Writer: Layra Nicli
Students in the Engineering Technology and Surveying Engineering Department at New Mexico State University are gaining hands-on experience working towards the restoration of the historic Amador Hotel in Las Cruces.
The students are participating with the restoration by performing structural assessments of the building, preparing drainage analyses and site plans and performing actual traditional building techniques used in historic adobe structures.
“The civil engineering programs and surveying program at NMSU are very hands-on and the students are encouraged to be involved in projects like this one,” said Sonya Cooper, professor of engineering technology. “Students will get the opportunity to see the restoration process and how the different layers are peeled back.”
The hotel was last remodeled as an office building in the 1970s, when most of the original structure and finishes were covered over. This project will return the building to the 1912-period style, the time during which it was a thriving hotel.
“Seniors participating in this project are receiving class credit to accomplish various engineering deliverables such as creating structural as-built drawings, performing structural analyses and creating drainage and site plans.” Cooper said. “All of the work done by the students is carefully checked.” Their work will be turned over to the city, which owns the building.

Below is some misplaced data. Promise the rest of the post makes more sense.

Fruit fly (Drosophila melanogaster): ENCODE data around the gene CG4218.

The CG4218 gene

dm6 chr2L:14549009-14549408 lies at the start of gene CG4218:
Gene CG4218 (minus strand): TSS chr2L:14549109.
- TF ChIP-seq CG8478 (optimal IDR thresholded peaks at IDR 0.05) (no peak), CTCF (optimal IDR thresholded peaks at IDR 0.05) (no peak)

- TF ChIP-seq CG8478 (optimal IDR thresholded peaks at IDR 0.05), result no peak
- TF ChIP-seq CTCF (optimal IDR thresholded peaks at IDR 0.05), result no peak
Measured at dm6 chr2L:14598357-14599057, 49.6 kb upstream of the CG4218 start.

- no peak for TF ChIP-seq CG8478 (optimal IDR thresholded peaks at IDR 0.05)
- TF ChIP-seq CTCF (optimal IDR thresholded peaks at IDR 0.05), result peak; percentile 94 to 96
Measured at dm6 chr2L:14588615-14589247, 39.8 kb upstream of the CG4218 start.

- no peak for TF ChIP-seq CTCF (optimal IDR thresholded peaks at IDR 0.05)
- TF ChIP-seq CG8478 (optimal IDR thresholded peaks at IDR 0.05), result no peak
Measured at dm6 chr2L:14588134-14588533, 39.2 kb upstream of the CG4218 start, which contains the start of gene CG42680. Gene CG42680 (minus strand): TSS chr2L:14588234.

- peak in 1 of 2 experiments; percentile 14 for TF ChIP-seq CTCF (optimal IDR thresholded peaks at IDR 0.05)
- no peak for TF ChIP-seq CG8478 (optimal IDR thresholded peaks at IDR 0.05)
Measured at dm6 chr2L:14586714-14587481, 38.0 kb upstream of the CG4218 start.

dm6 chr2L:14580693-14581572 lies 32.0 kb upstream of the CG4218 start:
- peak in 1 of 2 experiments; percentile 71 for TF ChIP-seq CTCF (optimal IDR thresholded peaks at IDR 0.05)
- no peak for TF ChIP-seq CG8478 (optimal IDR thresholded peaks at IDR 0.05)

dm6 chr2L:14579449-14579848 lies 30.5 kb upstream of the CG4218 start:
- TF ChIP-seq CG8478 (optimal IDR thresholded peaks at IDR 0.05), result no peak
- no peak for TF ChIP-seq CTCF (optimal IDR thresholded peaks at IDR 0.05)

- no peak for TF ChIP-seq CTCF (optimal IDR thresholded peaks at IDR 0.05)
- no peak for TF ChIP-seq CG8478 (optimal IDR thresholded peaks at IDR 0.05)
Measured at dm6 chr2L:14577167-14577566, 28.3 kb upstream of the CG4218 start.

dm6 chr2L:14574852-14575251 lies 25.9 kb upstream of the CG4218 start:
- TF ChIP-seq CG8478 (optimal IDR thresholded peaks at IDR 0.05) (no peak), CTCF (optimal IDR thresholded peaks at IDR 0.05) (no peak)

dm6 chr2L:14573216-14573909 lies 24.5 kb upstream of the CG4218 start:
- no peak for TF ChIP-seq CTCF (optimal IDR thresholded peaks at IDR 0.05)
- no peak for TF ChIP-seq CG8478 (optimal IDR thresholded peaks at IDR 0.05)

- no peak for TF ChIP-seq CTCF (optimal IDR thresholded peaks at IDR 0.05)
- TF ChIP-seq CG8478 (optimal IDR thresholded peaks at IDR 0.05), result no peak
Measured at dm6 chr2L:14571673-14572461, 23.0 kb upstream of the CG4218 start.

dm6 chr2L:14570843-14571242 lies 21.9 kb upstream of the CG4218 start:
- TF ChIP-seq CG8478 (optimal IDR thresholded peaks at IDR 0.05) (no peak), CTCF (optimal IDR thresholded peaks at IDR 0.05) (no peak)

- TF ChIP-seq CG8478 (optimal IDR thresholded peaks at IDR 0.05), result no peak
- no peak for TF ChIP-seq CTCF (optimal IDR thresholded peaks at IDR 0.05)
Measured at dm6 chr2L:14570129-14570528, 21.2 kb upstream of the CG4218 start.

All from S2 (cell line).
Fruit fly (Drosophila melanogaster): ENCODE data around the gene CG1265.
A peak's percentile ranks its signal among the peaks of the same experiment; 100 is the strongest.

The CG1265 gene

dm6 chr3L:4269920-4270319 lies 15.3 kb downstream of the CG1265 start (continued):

Cooper is a member of the board trying to get funds to do a complete remodel of the hotel. “We are remodeling room-by-room. Hopefully people will want to sponsor a room renovation,” she said.
Cooper is a member of the Amador Hotel Foundation Board, which is trying to get funds to do a complete restoration of the hotel. “Until then, students and other volunteers are making progress. Hopefully people will see how cool a restored room looks and want to sponsor a room, for example,” she said.
The students are only participating in certain aspects of the restoration and are not taking on the project as a whole. “Once funds become available, the work will be turned over to contractors,” Cooper said. “But we have been able to move forward with the student participation.”
Currently, eight or nine engineering technology and surveying students are participating in the restoration project, most of which are involved in other projects around the community as well.